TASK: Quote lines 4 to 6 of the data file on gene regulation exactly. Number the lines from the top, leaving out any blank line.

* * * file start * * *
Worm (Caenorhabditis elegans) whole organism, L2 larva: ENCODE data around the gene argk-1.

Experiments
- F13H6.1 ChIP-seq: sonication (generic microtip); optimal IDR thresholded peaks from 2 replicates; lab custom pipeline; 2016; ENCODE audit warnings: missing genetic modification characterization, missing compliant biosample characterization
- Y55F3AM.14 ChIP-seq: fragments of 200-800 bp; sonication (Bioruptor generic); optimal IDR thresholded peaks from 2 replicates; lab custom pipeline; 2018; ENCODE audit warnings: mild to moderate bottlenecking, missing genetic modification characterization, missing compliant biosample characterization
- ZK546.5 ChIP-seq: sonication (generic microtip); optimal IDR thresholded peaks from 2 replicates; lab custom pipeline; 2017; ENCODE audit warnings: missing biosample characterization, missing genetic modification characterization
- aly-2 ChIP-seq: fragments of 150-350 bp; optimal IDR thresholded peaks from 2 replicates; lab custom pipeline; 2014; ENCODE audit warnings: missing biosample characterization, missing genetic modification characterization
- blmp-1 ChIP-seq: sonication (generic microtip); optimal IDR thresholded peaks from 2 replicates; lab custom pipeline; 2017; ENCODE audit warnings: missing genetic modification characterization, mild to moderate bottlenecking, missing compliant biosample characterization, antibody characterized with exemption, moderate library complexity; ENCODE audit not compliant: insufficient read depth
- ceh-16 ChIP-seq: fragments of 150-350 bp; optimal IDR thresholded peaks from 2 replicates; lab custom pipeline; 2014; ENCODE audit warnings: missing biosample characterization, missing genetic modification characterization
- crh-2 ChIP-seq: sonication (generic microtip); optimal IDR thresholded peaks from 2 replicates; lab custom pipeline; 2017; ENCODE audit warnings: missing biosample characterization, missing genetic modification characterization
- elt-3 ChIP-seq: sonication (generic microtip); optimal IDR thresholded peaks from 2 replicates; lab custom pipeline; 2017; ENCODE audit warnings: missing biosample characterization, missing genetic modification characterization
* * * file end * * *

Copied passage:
- Y55F3AM.14 ChIP-seq: fragments of 200-800 bp; sonication (Bioruptor generic); optimal IDR thresholded peaks from 2 replicates; lab custom pipeline; 2018; ENCODE audit warnings: mild to moderate bottlenecking, missing genetic modification characterization, missing compliant biosample characterization
- ZK546.5 ChIP-seq: sonication (generic microtip); optimal IDR thresholded peaks from 2 replicates; lab custom pipeline; 2017; ENCODE audit warnings: missing biosample characterization, missing genetic modification characterization
- aly-2 ChIP-seq: fragments of 150-350 bp; optimal IDR thresholded peaks from 2 replicates; lab custom pipeline; 2014; ENCODE audit warnings: missing biosample characterization, missing genetic modification characterization